This intimate, revealing portrait of Frank Sinatra—from the man closest to the famous singer during the last decade of his life—features never-before-seen photos and new revelations about some of the most famous people of the past fifty years, including Jackie Kennedy, Marilyn Monroe, Sam Giancana, Madonna, and Bono. "If you are a Frank fan, buy this book" (Jimmy Kimmel). More than a hundred books have been written about legendary crooner and actor Frank Sinatra. Every detail of his life seems to captivate: his career, his romantic relationships, his personality, his businesses, his style. But a hard-to-pin-down quality has always clung to him—a certain elusiveness that emerges again and again in retrospective depictions. Until now.
From Sinatra's closest confidant and an eventual member of his management team, Tony Oppedisano, comes an extraordinarily intimate look at the singing idol that offers "new information on almost every page" (TheWall Street Journal). Deep into the night, for more than two thousand nights, Frank and Tony would converse—about music, family, friends, great loves, achievements and successes, failures and disappointments, the lives they'd led, the lives they wished they'd led. In these full-disclosure conversations, Sinatra spoke of his close yet complex relationship with his father, his conflicts with record companies, his carousing in Vegas, his love affairs with some of the most beautiful women of his era, his triumphs on some of the world's biggest stages, his complicated relationships with his talented children, and, most important, his dedication to his craft.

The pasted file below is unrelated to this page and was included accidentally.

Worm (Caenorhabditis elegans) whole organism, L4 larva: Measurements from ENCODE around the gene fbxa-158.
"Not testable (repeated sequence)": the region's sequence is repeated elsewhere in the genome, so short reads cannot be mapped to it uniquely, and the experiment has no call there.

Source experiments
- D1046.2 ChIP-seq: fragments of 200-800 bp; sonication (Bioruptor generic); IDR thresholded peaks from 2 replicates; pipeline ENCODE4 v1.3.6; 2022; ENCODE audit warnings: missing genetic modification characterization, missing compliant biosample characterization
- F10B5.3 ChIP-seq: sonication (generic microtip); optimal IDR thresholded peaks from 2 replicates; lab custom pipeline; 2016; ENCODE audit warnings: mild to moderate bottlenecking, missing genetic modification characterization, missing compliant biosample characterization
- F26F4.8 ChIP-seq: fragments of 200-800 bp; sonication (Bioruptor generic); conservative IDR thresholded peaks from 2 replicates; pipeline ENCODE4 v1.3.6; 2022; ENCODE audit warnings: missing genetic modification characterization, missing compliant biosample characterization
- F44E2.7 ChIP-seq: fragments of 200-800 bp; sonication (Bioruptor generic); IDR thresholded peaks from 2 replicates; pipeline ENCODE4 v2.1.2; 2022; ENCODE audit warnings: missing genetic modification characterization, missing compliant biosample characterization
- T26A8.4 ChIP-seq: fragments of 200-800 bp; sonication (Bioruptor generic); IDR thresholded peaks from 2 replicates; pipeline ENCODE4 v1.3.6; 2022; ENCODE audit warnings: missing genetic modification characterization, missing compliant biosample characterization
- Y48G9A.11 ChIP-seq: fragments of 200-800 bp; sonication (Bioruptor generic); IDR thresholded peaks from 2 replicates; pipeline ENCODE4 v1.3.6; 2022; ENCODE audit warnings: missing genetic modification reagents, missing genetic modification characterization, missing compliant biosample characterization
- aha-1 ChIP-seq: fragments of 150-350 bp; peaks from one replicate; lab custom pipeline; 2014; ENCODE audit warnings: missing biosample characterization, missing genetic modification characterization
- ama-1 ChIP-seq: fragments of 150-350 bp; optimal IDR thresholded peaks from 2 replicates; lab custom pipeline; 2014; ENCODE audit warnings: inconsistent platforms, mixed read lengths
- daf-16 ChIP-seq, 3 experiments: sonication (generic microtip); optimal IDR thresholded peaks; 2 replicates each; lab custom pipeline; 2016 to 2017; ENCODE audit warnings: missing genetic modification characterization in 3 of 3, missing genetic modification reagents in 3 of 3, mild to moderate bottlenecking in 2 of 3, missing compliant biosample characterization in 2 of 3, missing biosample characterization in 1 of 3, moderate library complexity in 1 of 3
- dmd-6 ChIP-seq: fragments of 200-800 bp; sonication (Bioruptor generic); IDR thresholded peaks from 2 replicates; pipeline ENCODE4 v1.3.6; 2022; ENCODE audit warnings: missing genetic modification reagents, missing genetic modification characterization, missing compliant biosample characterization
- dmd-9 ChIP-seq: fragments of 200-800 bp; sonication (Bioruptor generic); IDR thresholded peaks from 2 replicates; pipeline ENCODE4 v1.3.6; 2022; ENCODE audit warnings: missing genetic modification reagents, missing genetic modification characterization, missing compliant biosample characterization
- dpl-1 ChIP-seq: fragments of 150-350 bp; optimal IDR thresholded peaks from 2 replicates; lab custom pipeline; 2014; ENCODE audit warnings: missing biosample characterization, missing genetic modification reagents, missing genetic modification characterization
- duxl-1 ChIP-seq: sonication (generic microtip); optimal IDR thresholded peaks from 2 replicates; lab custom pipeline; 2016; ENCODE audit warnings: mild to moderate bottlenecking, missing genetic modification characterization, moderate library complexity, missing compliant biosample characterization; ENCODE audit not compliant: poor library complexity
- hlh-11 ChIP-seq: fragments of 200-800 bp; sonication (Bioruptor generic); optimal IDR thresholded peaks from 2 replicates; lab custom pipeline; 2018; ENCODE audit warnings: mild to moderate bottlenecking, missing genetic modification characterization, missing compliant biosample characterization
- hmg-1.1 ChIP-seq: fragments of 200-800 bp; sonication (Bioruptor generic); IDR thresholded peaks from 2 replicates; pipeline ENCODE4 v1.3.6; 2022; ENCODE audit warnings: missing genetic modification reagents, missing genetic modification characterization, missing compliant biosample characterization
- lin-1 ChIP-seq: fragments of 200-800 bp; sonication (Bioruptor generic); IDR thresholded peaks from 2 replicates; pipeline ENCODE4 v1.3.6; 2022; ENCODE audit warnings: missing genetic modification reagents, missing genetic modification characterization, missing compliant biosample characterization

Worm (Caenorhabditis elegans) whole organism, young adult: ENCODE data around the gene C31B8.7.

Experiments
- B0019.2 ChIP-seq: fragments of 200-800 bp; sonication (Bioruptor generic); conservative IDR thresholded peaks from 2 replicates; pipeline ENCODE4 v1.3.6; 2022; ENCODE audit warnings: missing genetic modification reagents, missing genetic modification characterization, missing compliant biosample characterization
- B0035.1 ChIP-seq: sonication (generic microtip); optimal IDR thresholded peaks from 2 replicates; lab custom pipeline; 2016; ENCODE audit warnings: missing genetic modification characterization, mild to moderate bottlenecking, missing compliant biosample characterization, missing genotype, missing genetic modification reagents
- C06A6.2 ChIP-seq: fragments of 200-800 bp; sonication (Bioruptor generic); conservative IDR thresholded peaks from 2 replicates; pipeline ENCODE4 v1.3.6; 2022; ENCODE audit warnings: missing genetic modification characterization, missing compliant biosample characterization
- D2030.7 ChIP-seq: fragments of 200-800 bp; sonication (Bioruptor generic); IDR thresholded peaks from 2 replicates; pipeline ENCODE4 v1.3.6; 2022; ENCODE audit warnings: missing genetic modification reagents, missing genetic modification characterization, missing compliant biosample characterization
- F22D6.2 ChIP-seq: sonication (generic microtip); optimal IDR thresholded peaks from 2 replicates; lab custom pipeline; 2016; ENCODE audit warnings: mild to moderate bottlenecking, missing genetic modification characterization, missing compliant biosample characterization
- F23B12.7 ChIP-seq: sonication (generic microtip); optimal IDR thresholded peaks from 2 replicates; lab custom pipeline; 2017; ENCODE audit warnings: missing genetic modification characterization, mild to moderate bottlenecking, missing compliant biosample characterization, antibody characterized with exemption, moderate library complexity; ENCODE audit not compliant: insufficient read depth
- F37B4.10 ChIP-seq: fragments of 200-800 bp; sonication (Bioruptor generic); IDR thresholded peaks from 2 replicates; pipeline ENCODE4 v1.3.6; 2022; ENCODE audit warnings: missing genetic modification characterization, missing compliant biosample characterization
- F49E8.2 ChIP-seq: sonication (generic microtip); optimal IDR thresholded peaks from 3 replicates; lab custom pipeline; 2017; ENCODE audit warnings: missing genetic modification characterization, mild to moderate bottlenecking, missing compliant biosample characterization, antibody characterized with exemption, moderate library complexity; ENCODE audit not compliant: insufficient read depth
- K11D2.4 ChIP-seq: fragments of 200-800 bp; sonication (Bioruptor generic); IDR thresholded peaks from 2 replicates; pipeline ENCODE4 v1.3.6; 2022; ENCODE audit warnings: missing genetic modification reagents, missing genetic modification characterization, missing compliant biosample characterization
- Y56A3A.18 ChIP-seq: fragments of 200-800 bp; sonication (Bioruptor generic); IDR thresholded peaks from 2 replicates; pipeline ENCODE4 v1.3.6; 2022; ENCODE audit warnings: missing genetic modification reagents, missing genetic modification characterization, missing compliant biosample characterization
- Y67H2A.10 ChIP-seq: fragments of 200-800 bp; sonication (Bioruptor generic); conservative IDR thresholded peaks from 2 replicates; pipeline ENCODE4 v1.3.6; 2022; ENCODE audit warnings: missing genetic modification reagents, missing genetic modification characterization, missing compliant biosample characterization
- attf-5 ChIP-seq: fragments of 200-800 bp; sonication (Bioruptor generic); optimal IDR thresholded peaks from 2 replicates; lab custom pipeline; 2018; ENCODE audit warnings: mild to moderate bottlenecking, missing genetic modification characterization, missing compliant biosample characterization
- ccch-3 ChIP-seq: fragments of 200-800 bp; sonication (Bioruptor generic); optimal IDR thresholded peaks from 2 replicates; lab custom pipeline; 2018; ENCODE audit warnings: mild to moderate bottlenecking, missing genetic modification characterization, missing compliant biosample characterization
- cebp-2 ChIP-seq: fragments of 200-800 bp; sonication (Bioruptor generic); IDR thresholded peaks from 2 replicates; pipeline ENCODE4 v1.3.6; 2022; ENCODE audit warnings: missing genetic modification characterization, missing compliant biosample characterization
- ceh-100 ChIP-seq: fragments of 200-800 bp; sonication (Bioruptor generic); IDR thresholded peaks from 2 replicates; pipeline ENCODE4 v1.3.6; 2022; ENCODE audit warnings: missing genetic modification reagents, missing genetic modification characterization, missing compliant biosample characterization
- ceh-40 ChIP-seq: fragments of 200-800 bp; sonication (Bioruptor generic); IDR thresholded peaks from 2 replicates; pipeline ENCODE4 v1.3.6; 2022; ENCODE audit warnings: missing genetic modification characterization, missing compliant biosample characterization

Toward the end, no one was closer to the singer than Oppedisano, who kept his own rooms at the Sinatra residences for many years, often brokered difficult conversations between family members, and held the superstar entertainer's hand when he drew his last breath.
"Frank Sinatra fans, pull up a chair and let longtime confidante and road manager Tony Oppedisano regale you with tales from the entertainer's inner circle" (Parade magazine)—Sinatra and Me pulls back the curtain on a man whom history has, in many ways, gotten wrong.